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Poet Joy Harjo, re­cip­i­ent of the 2015 Wal­lace Stevens Award; Lesley Pol­ing-Kem­pes reads from Ladies of the Canyons

Ladies of letters

Joy Harjo (Musco­gee/Creek) re­ceiv edt h e20 15 Wal­lace Stevens Award from the Academy of Amer­i­can Po­ets, con­sid­ered among the high­est hon­ors for po­etry int he United States and def­i­nitely one of the most lu­cra­tive in a field not known for mak­ing its prac­ti­tion­ers rich. The $100,000 prize is named for Stevens, a Pulitzer Prizewin­ning mod­ernist who spent much of his ca­reer as an ex­ec­u­tive for Hart­ford In­sur­ance ,w rit­ing po­ems be­hind h isc losed of­fice door. Past win­ners in­clude Louise Glück, Galway Kin­nell, and Adri­enne Rich; H arjo ,wh o was born in Tulsa, ist he first Na­tive poet to w int h ea ward. Her work fuses the natura lw orld, pol­i­tics, fem­i­nism, and other forms of so­cial con­nec­tion with the history and cul­ture of Na­tive peo­ple. Among h er b oo k s of po­etry are She Had Some Horses ( W.W. N or­ton, 1983), In Mad Love and War (Wes­leyan Univer­sity Press, 1990), The Woman Who Fell from the Sky (W.W. Nor­ton, 1996), and a new vol­ume, Con­flict Res­o­lu­tion for Holy Be­ings (W.W. Nor­ton, 2015). Harjo has writ­ten chil­dren’s literature and is al sot he au­thor of a memoir, Crazy Brave (W.W. Nor­ton, 2012). Mu­sic has been another cre­ative out­let for Harjo: A singer and sax­o­phon­ist, she has recorded and per­formed with the band Poetic Jus­tice and has re­leased sev­eral spo­ken­word al­bums. Her oth era wards in­clu det he Wil­liam Car­los Wil­liams Award from the Po­etry So­ci­ety of Amer­ica and a Guggen­heim Fel­low­ship. Harjo at­tended the In­sti­tute of Amer­i­can In­dian Arts and re­ceiv eda bach­e­lor’s de­gree from the Univer­sity of New Mexico be­fore earn­ing a master of fine arts from the Iowa Writ­ers’ Work­shop in 1978 .S he is pro­fes­sor of English and Amer­i­can In­dian Stud­ies at the Univer­sity of Illi­nois at Ur­bana-Champaign.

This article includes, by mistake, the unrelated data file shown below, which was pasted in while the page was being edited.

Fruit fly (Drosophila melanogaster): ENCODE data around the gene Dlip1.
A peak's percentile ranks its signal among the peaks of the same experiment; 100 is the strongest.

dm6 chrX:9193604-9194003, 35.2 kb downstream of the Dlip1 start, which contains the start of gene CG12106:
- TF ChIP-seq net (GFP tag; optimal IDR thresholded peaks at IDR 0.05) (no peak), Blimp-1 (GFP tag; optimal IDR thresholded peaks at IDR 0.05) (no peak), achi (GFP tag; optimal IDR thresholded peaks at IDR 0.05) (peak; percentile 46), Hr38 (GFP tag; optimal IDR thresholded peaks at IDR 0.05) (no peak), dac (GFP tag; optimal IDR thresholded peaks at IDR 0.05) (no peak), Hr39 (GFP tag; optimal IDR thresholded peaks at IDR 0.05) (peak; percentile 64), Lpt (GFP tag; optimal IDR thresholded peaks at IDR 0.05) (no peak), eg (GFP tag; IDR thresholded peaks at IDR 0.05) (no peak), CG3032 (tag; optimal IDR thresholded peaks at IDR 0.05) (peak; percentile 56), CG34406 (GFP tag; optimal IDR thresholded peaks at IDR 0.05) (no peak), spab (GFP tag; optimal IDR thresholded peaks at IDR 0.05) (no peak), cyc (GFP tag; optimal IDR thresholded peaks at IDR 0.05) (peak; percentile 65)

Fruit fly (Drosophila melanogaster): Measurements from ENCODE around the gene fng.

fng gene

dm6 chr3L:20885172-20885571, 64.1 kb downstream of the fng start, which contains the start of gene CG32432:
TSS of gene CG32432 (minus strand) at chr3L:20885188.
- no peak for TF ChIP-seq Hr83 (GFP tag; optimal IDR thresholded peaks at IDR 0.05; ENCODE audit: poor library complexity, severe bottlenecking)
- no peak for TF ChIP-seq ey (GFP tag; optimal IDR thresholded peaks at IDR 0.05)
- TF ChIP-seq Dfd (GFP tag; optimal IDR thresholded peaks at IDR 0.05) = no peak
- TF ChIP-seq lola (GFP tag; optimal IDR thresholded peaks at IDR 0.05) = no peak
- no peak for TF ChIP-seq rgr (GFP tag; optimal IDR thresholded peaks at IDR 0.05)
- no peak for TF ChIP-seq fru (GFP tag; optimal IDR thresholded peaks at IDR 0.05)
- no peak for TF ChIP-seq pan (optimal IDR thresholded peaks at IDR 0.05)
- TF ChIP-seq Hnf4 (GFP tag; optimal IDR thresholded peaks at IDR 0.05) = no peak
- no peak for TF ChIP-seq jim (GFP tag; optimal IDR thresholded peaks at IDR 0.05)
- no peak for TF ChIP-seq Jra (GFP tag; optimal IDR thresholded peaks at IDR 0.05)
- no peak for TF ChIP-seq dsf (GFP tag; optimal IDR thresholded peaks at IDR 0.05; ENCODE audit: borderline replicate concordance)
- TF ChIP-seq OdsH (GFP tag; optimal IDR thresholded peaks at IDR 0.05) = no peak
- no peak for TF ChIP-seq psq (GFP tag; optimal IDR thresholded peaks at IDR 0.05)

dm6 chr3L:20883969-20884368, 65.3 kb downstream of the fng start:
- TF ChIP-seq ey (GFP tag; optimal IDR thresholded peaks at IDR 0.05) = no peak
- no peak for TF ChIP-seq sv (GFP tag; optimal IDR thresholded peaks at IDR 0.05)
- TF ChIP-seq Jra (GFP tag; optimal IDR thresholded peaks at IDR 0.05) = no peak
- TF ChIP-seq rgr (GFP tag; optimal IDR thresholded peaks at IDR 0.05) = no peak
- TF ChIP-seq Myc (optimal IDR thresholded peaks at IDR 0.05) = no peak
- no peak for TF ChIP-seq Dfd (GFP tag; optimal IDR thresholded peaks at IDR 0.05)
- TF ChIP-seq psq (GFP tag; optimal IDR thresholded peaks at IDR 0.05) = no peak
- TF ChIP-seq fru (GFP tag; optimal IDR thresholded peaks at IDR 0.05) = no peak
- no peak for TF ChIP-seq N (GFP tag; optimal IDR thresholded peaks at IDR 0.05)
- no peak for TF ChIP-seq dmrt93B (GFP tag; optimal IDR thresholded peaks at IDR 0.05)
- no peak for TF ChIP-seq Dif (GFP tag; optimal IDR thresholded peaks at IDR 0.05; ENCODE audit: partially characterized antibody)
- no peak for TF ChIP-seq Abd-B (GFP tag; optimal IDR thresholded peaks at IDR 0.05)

More famou s and s lightly dan­ger­ous women are cel­e­brated in Lesley Pol­ing-Kem­pes’ Ladies of the Canyons: A League of Ex­tra­or­di­nary Women and Their Ad­ven­tures in the Amer­i­can South­west, from which she reads on Thurs­day ,O ct. 1, at 6 p.m. at Col­lected Works Book­store (202 Gal­is­teo St. ,5 05-988-4226). Pub­lished b yt he Univer­sity of Ari­zona Press, Ladies of the Canyons isa non­fic­tion ac­count of many of th ea vant-garde, artis­tic women — in­clud­ing Ma­bel Dodge Luhan, Mary Austin, and Willa Cather —wh of led lives of con­ven­tiona lw ealth and com­fort to re­dis­cover them­selves in New Mexico int he first decades of the twen­ti­eth cen­tury.

—Jen­nifer Levin

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